Real Estate Contracts in Colorado

Real Estate Contracts in Colorado

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When you find a property you like, your first thought is to get a contract on it before someone else does. However, you should always think carefully before you put your John Hancock on that piece of paper – changing your mind could cost you thousands of dollars – your good faith money. Purchase contracts are meant to protect the seller more than the buyer; however, you can adjust the contract to benefit and protect yourself.


Some contingencies are built into the contract, such as financing and appraisals. If the buyer cannot procure financing within the allotted time frame, he or she has the right to cancel the contract and the seller must forward the good faith deposit back to the buyer. If the property does not appraise at an amount acceptable to the lender, the buyer may also reclaim his or her earnest money.

Additional Contingencies

Both the buyer and the seller can opt to add other contingencies to the contract. While both parties usually accept reasonable contingencies, either party can decline to sign the contract or negotiate if they do not agree to one or more of them. Radon is another contingency that is usually in the contract.

Home Inspection

If a home inspection contingency is not in the contract, you should add it. The contingency should allow for backing out of the contract and for negotiating specific items. If the buyer and seller cannot agree on the replacement or repair of items on the inspection report, you have the right to back out of the contract.

Roof and Foundation Issues

If you have a separate contingency for the roof and foundation, make sure you get these items inspected by a qualified inspector, which may or may not be the general home inspector. Roof and foundation leaks can be expensive to repair, and depending on how long they leaked; it could lead to other problems such as rotting wood, mold, and mildew. Issues with the foundation could also be structural.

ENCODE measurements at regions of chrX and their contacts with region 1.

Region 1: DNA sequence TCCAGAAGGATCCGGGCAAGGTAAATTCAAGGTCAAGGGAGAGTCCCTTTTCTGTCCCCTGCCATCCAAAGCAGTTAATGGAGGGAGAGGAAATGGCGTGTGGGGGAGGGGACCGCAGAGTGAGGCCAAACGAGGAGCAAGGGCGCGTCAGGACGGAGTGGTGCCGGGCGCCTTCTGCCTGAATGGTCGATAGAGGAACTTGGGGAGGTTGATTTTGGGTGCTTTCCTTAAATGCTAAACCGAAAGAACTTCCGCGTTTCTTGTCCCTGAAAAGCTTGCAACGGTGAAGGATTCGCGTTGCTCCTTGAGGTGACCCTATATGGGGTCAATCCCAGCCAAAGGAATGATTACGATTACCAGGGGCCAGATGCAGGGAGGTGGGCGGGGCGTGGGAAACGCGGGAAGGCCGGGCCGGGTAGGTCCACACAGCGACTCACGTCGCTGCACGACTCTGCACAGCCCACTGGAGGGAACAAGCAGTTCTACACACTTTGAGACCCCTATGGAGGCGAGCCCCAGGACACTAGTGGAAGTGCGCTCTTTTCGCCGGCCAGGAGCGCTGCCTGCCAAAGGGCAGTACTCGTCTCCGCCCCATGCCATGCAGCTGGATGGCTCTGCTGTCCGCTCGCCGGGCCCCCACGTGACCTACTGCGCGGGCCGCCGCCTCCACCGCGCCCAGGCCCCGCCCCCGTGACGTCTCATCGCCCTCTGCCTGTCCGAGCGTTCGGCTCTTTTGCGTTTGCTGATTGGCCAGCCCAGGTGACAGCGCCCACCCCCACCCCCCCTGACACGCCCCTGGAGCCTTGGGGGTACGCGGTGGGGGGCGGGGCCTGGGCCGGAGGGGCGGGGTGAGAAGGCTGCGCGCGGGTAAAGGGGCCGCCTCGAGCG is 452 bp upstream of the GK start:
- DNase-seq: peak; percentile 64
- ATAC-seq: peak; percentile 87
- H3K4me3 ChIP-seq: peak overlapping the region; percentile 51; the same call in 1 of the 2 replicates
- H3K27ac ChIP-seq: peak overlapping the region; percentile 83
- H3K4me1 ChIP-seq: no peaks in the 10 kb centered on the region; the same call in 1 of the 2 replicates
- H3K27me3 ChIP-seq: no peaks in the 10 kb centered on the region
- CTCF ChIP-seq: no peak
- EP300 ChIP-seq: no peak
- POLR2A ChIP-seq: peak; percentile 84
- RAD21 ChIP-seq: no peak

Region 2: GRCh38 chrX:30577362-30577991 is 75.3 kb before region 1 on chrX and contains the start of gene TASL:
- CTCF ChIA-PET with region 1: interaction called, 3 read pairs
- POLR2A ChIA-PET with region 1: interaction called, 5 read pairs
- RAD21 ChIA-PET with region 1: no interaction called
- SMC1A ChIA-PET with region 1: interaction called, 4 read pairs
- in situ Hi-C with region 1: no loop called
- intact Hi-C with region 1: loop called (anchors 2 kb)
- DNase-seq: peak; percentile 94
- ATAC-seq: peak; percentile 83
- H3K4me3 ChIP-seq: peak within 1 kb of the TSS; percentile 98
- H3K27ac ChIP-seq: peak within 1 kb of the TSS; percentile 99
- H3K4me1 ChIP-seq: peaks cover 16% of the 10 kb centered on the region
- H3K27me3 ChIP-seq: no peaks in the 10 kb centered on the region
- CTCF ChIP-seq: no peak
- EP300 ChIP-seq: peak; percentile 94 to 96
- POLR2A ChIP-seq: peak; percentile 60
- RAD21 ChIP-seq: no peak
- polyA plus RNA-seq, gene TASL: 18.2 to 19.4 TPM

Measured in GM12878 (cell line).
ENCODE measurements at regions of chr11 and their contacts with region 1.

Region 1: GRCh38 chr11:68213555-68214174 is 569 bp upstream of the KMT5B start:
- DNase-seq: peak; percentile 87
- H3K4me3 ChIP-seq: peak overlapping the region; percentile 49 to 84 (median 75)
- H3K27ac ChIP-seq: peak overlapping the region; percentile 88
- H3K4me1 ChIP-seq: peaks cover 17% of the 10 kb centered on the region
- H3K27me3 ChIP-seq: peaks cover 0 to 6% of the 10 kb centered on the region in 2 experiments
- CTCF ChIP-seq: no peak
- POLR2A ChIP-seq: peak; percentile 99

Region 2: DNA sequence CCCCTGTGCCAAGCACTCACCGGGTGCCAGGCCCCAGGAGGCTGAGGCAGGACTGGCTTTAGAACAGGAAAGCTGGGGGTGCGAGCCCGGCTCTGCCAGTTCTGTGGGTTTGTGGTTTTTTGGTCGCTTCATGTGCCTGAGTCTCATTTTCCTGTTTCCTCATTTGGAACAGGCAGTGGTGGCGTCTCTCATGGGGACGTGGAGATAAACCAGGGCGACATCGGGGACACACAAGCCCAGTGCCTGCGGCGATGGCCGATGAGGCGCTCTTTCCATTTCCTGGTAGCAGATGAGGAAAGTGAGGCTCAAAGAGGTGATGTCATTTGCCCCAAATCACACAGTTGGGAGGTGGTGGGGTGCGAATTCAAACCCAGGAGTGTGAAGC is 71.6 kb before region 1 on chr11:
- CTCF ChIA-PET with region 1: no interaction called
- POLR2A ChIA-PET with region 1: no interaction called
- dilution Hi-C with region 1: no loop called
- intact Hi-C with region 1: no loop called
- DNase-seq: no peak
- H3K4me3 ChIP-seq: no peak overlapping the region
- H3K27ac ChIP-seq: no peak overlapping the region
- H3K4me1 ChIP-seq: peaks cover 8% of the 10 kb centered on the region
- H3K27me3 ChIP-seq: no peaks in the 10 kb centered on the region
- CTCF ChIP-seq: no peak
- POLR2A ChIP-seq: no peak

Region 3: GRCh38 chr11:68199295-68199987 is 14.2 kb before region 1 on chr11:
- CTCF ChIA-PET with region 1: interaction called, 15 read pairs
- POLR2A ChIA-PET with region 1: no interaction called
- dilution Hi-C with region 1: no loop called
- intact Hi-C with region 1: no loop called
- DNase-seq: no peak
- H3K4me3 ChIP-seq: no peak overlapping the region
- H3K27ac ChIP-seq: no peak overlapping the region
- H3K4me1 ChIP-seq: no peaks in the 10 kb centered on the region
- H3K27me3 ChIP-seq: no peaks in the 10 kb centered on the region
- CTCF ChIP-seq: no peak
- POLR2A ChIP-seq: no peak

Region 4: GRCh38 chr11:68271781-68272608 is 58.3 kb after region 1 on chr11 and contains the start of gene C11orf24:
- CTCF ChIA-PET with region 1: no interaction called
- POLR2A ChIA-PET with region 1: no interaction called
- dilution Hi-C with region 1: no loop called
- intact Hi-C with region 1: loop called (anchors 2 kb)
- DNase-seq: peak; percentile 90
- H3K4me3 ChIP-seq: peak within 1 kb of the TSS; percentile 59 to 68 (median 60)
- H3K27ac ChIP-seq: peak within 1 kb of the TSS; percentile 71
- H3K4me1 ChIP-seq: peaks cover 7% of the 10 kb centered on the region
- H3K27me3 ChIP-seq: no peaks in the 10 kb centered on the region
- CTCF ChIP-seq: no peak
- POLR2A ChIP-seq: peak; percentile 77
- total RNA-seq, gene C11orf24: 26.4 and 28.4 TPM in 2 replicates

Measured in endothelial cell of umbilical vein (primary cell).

Mold and Mildew

If a mold and mildew contingency is not in the contract, be sure to add one in. Mold remediation is expensive and mold in a house could cause health problems. If you don’t see or smell an issue, you may still want to hire an inspector who can identify less obvious signs especially if the basement or crawlspace is damp.

Other Contract Contingencies

In some cases, a buyer may want to add a contract contingency to the purchase contract. If a buyer needs the funds from his or her current home to buy the house under contract, he or she can add a contingency clause stating that the contract is only valid if he is able to close on his current home. While many sellers won’t sign a contract with such an addition, others will if they are not in a hurry to close.
Before buying or selling a home, contact a real estate agent to help you through the process – right through closing.

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John simply shares with you some of the quirks of mountain properties and his knowledge of the area that many years of experience have given him. His job is to help you make the right choice in a home and to get the lifestyle you want!

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